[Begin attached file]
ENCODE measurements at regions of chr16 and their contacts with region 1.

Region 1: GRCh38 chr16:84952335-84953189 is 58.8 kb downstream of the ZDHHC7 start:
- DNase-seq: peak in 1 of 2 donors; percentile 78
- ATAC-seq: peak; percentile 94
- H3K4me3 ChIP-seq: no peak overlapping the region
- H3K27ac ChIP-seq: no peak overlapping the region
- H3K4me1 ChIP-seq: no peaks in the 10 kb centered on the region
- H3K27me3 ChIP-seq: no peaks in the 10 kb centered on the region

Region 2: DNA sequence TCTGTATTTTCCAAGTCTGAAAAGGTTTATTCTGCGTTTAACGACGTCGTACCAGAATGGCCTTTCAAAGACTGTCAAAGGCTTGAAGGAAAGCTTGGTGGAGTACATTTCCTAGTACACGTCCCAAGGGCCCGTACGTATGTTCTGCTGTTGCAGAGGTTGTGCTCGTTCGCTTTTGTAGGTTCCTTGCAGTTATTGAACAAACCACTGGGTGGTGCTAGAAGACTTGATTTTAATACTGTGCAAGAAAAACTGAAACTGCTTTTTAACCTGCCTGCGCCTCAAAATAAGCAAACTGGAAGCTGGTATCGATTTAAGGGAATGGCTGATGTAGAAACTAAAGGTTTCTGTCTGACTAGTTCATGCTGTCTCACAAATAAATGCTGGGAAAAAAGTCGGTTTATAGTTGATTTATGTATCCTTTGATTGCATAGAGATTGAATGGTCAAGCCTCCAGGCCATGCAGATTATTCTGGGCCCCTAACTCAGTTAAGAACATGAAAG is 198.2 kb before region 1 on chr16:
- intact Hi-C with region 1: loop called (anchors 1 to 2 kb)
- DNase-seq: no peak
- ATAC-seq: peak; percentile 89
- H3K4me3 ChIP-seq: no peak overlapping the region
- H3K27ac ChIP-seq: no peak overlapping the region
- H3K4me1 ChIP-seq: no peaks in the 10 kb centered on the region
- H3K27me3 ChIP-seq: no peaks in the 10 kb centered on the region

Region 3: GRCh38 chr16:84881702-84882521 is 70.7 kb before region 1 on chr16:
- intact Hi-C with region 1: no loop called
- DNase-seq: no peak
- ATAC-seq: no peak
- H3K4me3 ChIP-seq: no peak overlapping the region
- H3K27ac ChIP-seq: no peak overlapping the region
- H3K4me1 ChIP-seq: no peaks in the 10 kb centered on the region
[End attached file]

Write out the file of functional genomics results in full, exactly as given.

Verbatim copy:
ENCODE measurements at regions of chr16 and their contacts with region 1.

Region 1: GRCh38 chr16:84952335-84953189 is 58.8 kb downstream of the ZDHHC7 start:
- DNase-seq: peak in 1 of 2 donors; percentile 78
- ATAC-seq: peak; percentile 94
- H3K4me3 ChIP-seq: no peak overlapping the region
- H3K27ac ChIP-seq: no peak overlapping the region
- H3K4me1 ChIP-seq: no peaks in the 10 kb centered on the region
- H3K27me3 ChIP-seq: no peaks in the 10 kb centered on the region

Region 2: DNA sequence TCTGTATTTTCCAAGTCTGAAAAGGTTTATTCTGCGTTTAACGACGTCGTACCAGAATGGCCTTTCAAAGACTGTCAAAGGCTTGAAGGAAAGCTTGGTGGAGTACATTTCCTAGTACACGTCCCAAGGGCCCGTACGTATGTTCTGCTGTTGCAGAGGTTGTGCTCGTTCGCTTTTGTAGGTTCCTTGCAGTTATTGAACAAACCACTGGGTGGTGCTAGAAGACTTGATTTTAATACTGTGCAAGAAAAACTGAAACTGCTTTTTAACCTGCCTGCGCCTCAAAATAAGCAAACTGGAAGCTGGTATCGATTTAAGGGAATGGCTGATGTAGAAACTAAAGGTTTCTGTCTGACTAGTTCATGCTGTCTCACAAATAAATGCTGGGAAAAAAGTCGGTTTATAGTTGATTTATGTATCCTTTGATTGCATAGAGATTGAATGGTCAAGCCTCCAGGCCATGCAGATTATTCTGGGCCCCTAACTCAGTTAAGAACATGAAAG is 198.2 kb before region 1 on chr16:
- intact Hi-C with region 1: loop called (anchors 1 to 2 kb)
- DNase-seq: no peak
- ATAC-seq: peak; percentile 89
- H3K4me3 ChIP-seq: no peak overlapping the region
- H3K27ac ChIP-seq: no peak overlapping the region
- H3K4me1 ChIP-seq: no peaks in the 10 kb centered on the region
- H3K27me3 ChIP-seq: no peaks in the 10 kb centered on the region

Region 3: GRCh38 chr16:84881702-84882521 is 70.7 kb before region 1 on chr16:
- intact Hi-C with region 1: no loop called
- DNase-seq: no peak
- ATAC-seq: no peak
- H3K4me3 ChIP-seq: no peak overlapping the region
- H3K27ac ChIP-seq: no peak overlapping the region
- H3K4me1 ChIP-seq: no peaks in the 10 kb centered on the region